Posted in Fantasy, Fiction, Middle Grade, mythology, Tween Reads, Uncategorized

Zaria Fierce returns in the Dragon Keeper’s Golden Shoes!

zariaprologue-360x570Zaria Fierce and the Dragon Keeper’s Golden Shoes, by Keira Gillett, (Jul. 2016, Keira Gillet Books), $14.99, ISBN: TK

Recommended for ages 10-13

Keira Gillet’s Zaria Fierce trilogy comes to a huge conclusion with the final book in her adventure, Zaria Fierce and the Dragon Keeper’s Golden Shoes. Picking up where Zaria Fierce and the Enchanted Drakeland Sword left off, Zaria and her friends need to rescue the Stag King’s son, Hart, stop Koll and his fellow dragons, and save Zaria’s birth mother, Queen Helena. No pressure, Zaria.

Zaria also feels the crushing weight of these responsibilities – and the part she played in them, when tricked by the dragon, Koll – and it’s taking its toll on her. Thankfully, her friends aren’t going to let her confidence flag; they’re there for an adventure, and they’re not going to let anyone, be it a dragon that personifies fear, or a fierce water-wyvern, stop them.

That’s the great thing about the Zaria Fierce trilogy: adventure is fast, furious, and loaded with Norse mythology, but the friendship between Zaria and her group of friends is the heart that drives this story. They won’t give up on Zaria, even when she’s ready to give up on herself; in turn, she will do anything to keep her friends safe. Even fight a dragon.

There are so many wonderful moments in this book, but to start talking about them would lead to spoilers. Suffice to say that Keira Gillett takes us on a hero’s journey, in the guise of a young girl whose entire life is upended one morning as she crosses a bridge to get to school. Zaria Fierce and the Dragon Keeper’s Golden Shoes brings us to the end of one story, and a wish to return to this universe soon.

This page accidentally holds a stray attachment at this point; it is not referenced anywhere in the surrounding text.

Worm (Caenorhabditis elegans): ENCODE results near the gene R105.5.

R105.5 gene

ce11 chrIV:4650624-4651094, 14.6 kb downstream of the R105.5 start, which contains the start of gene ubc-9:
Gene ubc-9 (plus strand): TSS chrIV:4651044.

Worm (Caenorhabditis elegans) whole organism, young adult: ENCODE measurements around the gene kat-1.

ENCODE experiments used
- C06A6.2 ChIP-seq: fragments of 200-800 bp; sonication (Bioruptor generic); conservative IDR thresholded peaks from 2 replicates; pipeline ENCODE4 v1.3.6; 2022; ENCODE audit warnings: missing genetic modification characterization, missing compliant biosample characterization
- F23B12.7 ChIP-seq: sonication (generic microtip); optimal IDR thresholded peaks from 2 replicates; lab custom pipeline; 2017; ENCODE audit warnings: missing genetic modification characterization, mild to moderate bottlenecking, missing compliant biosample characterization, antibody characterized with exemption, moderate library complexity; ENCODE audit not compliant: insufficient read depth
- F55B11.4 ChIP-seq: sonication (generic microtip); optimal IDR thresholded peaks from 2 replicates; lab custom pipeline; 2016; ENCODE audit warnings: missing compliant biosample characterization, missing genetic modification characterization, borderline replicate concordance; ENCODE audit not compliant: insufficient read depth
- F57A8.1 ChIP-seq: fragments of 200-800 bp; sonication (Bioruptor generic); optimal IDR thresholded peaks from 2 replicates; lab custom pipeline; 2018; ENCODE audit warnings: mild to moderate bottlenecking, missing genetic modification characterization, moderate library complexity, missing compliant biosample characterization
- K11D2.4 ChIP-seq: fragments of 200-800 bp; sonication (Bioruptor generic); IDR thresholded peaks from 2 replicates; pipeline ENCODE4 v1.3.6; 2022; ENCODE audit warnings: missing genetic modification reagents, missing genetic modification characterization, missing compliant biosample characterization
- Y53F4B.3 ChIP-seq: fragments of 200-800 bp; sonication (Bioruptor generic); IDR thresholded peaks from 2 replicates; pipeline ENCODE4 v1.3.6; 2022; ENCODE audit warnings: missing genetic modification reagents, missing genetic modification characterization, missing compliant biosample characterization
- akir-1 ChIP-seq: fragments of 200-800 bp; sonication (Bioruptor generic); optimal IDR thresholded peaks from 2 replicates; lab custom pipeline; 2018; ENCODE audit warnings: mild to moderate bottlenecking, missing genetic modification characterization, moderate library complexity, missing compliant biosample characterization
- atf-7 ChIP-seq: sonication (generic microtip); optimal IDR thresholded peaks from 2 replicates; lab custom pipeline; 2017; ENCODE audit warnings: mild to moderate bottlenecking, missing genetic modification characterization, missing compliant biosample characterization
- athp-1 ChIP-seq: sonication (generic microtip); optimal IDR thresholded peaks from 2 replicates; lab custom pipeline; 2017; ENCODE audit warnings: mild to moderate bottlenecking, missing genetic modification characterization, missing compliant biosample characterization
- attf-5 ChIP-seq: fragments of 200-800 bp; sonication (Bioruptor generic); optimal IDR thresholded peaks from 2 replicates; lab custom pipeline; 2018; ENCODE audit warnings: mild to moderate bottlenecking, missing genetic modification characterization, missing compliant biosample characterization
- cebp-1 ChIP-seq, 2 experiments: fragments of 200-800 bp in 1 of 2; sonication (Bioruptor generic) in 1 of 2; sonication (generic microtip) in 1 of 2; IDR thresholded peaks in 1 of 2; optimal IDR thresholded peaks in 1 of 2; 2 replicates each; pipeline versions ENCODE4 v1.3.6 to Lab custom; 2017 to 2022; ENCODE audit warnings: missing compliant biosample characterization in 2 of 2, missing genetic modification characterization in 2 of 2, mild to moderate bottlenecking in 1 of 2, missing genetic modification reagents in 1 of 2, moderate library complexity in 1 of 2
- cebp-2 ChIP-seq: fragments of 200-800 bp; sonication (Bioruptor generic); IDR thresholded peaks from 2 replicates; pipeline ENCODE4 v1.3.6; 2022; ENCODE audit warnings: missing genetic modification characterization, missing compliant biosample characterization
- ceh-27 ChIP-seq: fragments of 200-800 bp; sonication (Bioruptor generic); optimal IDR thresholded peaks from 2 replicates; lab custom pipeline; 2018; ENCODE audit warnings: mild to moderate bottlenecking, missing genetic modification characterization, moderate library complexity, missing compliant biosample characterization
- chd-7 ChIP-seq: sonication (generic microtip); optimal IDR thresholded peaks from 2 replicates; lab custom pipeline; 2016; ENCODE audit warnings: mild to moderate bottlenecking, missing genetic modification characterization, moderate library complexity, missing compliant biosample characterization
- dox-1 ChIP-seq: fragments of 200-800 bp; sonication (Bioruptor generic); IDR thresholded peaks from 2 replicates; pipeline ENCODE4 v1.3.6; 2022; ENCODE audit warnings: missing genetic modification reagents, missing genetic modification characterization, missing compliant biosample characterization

Recommended for middle grade collections where fantasy is popular. I’d book talk this with other hero’s journey tales like CS Lewis’ Chronicles of Narnia and Rick Riordan’s Percy Jackson/Magnus Chase series; they’ll have a firmer frame of reference when you present the series with these popular fantasy tales. Talk up Zaria as a strong female character who overcomes her fears and self-doubts to outwit monsters, and save herself and her friends!

Posted in Fantasy, Fiction, Teen, Tween Reads, Uncategorized

Egg and Spoon – Gregory Maguire spins a rich Russian fairytale

egg and spoonEgg and Spoon, by Gregory Maguire (Candlewick, Sept. 2014). $17.99, ISBN: 9780763672201

Recommended for ages 12+

Gregory Maguire is renowned for creating his alternate versions of fairy tales, most notably, Wicked. In Egg and Spoon, he creates a sweeping Russian fairy tale, encompassing historical figures such as Tsar Nikolai Romanov and Rasputin, and fantasy favorites like Baba Yaga, the Phoenix/Firebird, and the Slavic Dragon, to create a sweeping tale that goes from the impoverished Russian countryside all the way to Saint Petersburg and beyond.

At its heart is a tale reminiscent of The Prince and the Pauper: a young peasant girl named Elena meets a spoiled rich girl named Ekaterina, when Ekaterina’s train breaks down in Elena’s village. Elena’s mother is dying, her brothers have been called off either to military service or employment, and her father is dead. She wants to go to St. Petersburg to ask the tsar to send her brother home to help care for their mother. Fate intervenes, and the two girls swap places, where each learns about the other girl’s life by living her life. Baba Yaga shows up, because the chaotic seasons are causing her distress, and she ends up becoming Ekaterina’s guardian as they proceed to St. Petersburg to ask the tsar what’s going on in the world.

The tale, narrated by a prisoner in the tsar’s tower, looks at magic in the everyday world, and what a stabilizing force it is. There are themes of family, friendship, and morality all at play, with a lot of humor – Baba Yaga is hilarious here – and conflict.

My only concern here is that at almost 500 pages, middle graders may balk at reading this. Teens will enjoy the story, and it’s a book that really should be on every library shelf. This one will win awards, there’s no question. The writing is beautiful and there are some incredible themes explored. A semester-long unit on fairy tales for older students would really be enhanced by using this book, and book groups for all ages will never run out of material to talk about.